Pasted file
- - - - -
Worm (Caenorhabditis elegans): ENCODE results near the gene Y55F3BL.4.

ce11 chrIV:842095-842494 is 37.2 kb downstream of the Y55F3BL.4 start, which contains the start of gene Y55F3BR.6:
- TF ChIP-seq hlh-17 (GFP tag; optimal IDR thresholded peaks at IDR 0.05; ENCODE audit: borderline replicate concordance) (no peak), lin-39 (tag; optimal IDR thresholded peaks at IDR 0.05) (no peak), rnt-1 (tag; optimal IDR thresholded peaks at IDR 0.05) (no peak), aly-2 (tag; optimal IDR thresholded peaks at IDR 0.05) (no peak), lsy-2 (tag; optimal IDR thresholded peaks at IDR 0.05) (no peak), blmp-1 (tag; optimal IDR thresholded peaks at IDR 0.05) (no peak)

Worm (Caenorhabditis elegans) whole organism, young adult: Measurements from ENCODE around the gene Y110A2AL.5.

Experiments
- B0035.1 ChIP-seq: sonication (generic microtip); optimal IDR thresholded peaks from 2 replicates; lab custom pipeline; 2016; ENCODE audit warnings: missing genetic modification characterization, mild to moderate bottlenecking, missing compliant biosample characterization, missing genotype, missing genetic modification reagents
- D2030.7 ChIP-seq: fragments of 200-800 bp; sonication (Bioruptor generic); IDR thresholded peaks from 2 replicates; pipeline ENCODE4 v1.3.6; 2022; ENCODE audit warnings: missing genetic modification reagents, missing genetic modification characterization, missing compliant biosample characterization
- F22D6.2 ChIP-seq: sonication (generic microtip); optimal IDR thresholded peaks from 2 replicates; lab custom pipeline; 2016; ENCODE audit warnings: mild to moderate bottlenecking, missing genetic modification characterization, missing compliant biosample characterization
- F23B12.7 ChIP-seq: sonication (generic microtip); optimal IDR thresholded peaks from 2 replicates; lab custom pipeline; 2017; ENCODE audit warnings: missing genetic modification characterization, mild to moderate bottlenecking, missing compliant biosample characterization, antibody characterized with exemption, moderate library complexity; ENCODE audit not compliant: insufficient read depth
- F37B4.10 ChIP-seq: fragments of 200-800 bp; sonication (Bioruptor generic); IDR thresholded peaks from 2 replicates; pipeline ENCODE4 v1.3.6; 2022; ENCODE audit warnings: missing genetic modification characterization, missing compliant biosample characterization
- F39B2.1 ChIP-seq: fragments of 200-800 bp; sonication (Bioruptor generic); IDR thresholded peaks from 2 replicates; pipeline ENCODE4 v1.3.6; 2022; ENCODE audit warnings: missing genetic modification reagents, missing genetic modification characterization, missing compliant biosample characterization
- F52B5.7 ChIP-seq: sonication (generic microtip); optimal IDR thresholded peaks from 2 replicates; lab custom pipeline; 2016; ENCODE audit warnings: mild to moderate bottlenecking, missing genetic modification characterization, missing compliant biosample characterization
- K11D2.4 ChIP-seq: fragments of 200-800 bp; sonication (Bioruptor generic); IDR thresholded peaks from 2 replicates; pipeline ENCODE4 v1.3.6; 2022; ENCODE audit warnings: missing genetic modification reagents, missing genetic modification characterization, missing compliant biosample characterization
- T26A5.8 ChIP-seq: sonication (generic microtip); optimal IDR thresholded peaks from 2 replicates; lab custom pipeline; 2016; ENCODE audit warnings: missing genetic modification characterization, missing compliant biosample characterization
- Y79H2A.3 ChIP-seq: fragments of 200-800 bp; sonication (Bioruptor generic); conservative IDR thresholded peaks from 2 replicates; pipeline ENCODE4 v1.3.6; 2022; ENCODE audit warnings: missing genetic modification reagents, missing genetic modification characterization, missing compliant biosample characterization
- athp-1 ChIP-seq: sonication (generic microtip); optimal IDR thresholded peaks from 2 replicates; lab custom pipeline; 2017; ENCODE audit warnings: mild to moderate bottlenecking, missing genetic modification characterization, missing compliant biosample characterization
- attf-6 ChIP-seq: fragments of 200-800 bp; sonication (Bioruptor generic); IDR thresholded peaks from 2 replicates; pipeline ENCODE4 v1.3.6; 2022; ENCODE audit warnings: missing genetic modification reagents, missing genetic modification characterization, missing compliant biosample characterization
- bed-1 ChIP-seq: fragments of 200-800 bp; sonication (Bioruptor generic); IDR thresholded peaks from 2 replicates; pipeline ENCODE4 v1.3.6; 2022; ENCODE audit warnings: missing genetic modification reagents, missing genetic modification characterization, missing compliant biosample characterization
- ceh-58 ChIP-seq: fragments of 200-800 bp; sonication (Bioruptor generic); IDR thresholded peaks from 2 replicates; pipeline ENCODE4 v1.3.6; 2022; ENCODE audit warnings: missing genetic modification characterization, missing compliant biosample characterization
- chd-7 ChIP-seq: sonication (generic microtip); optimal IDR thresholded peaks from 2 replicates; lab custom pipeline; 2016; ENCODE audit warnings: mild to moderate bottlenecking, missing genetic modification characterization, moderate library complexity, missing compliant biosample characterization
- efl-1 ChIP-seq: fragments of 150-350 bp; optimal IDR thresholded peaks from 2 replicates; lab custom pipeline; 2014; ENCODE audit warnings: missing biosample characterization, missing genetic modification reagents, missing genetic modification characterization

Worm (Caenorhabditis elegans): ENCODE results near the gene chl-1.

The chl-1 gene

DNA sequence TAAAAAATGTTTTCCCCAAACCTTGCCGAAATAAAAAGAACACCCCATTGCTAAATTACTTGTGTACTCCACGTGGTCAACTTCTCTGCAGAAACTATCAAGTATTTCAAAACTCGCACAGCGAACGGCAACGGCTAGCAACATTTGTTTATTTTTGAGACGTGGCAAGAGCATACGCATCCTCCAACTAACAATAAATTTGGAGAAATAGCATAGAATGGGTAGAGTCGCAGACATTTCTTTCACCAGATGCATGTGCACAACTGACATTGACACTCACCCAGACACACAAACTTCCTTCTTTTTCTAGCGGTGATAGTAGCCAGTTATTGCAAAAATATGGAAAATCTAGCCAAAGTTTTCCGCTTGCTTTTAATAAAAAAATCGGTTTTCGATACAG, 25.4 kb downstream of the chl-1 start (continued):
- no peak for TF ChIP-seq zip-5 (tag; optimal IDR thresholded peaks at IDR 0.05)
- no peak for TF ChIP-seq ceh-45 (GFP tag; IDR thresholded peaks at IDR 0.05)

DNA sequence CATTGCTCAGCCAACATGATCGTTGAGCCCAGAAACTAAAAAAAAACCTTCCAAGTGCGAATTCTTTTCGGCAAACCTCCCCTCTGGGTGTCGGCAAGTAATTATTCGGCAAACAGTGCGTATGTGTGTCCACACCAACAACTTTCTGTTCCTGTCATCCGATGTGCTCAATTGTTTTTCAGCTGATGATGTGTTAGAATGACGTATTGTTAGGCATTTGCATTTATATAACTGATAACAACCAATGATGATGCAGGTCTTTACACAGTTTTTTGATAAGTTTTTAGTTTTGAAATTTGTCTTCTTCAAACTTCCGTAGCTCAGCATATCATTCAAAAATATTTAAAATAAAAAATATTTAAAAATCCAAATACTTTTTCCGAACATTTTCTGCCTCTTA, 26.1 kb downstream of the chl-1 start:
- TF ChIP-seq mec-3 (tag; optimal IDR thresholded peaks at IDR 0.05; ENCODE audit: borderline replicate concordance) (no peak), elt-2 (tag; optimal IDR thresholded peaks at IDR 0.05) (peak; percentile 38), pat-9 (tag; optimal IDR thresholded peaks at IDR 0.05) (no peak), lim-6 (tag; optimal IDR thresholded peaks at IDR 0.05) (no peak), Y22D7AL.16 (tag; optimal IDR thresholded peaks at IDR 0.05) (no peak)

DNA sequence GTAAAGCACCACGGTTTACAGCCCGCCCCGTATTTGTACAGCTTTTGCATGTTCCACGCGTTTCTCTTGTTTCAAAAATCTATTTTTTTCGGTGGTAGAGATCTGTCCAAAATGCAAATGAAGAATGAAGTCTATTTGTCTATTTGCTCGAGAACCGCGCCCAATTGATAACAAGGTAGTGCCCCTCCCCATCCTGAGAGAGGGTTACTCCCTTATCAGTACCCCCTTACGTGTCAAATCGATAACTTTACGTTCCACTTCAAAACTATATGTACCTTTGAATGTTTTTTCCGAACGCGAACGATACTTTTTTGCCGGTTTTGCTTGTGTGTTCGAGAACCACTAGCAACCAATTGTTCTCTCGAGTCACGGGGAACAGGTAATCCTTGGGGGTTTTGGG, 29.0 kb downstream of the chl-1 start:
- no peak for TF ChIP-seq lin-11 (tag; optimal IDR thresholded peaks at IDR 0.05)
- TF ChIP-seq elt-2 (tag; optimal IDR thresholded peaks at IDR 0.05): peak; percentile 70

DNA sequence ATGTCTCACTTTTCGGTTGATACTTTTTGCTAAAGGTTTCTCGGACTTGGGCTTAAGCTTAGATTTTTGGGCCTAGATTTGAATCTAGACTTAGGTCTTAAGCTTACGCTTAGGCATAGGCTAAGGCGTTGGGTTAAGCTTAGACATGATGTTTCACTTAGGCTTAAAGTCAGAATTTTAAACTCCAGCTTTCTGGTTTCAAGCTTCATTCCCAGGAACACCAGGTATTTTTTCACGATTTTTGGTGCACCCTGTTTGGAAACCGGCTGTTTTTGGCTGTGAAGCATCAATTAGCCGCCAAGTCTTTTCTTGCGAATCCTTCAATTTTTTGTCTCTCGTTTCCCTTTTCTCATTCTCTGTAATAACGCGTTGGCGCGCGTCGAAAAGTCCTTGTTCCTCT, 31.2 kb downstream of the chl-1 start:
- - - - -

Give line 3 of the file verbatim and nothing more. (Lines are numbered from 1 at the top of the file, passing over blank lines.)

- TF ChIP-seq hlh-17 (GFP tag; optimal IDR thresholded peaks at IDR 0.05; ENCODE audit: borderline replicate concordance) (no peak), lin-39 (tag; optimal IDR thresholded peaks at IDR 0.05) (no peak), rnt-1 (tag; optimal IDR thresholded peaks at IDR 0.05) (no peak), aly-2 (tag; optimal IDR thresholded peaks at IDR 0.05) (no peak), lsy-2 (tag; optimal IDR thresholded peaks at IDR 0.05) (no peak), blmp-1 (tag; optimal IDR thresholded peaks at IDR 0.05) (no peak)